Digital technology has transformed the way we take pictures, the way we communicate, the way we listen to music, and as our resident musician David Was notes, it's also changed the music itself.

DAVID WAS: The digital revolution has given new meaning to the phrase fix it in the mix, which formerly meant that little pops and glitches could be glossed over or repaired after a recording was finished. Nowadays, using powerful software like Melodyne made by the German company, Celemony, tone-deaf, no talent howlers can have their pain-inducing vocals corrected.

Unidentified Man: (Singing) Before the night was through.

WAS: With a couple of clicks and drags of the old mouse...

Unidentified Man: (Singing) Before the night was through.

WAS: Mind you, there is a garbage in, garbage out aspect to all of this. Roseanne Barr is not going to sound like Barbara Streisand with the flick of a switch, but she needn't make cream curdle next time someone lets her sing the national anthem, heaven forbid.

The software, if used with a light touch, is subtle enough to change pitch and even tempo without leaving a distorted digital footprint. Listen to the last note of this operatic phrase made higher and higher by the software, though it was only recorded once. ..TEXT: (Soundbite of woman singing opera)

WAS: The curious thing is, modern-day record producers don't mind turning the dial to 11 when modifying a performance, resulting in half-human, half-robotic sounding vocals, as was done with Cher's hit single "Believe."

(Soundbite of song "Believe")

Ms. CHER: (Singing) So sad that you're leaving. Takes time to believe it.

WAS: No, they did not insert a microchip in the ageless wonder's larynx. They simply streamed her vocal through software that knows the exact frequency she was trying to hit. Twist the knob a bit more, and she becomes a soprano Darth Vader.

(Soundbite of song "Believe")

CHER: (Singing) I need time to move on. I need love to feel strong.

WAS: Combining the human voice with an electronically-generated pitch was conceived back in the early 1970s, when synthesizer pioneers Robert Moog and Wendy Carlos frankensteined the choral parts of Beethoven's Ninth Symphony using a vocoder or vocal encoder.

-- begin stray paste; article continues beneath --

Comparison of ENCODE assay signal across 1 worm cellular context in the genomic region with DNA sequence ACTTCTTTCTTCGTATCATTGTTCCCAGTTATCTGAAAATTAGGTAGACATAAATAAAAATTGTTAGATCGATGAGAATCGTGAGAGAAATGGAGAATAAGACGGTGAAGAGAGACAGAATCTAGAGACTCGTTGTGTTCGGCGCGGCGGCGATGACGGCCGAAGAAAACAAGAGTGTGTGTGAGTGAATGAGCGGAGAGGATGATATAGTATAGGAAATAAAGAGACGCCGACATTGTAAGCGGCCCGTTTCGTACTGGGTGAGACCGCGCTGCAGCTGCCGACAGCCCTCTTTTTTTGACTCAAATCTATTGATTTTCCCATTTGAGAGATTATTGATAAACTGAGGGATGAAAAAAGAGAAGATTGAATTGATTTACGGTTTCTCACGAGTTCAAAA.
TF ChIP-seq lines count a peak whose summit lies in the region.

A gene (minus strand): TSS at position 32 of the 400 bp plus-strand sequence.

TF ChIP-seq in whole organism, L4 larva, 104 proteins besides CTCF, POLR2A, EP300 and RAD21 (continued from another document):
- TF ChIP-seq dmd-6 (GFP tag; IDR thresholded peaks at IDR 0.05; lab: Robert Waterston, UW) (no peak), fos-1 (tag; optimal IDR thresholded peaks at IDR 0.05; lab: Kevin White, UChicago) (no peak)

(Soundbite of synthesizer music)

WAS: Pretty soon, bands like Craftwork and Pink Floyd were using the device to give an other-worldly quality to their productions. More recently, Imogen Heap took her song "Hide and Seek..."

(Soundbite of song "Hide and Seek")

Ms. IMOGEN HEAP: (Singing) Where are we?

WAS: And ran it through the industry standard microcord synthesizer.

Ms. IMOGEN HEAP: (Singing) Where are we?

WAS: What's really going on here is a massive digital cheating scandal at the top of the pop charts.

(Soundbite of song "Piece of Me")

Ms. BRITNEY SPEARS: (Singing) You want a piece of me? You want a piece of me?

WAS: Britney Spears is reportedly never without a meladine assistant.

(Soundbite of song "Can't Believe It")

Mr. T-PAIN: (Singing) Make the people say yeah. Yeah.

WAS: Nor certainly the hip-hopper T-Pain, who's "Can't Believe It" would be twice as hard to fathom without genius German software engineers watching his back.

Mr. T-PAIN: (Singing) Girl, ain't nothing to the Pain, ain't trickin. If you got it, what you asking for? Put you in a mansion.

WAS: And let's not forget the eminent non-singer, yours truly, Mr. David Was.

(Singing) On a day like this with a girl like you.

WAS: I sang four forgettable lines into the old Apple computer the other day and stood clear while the box of bolts turned me into Tony Bennett.

(Singing) On a day like this with a girl like you. Going to steal a kiss.

WAS: Don't judge the old dog too harshly.

(Soundbite of music)

(Singing) Oh, baby. I'm a G, and you know it's true. This is David Was for National Public Radio.

BRAND: David Was is half of the musical duo Was (Not Was).

WAS (Singing): On a day like this with a girl like you. Going to steal a kiss cause that's just how I do.

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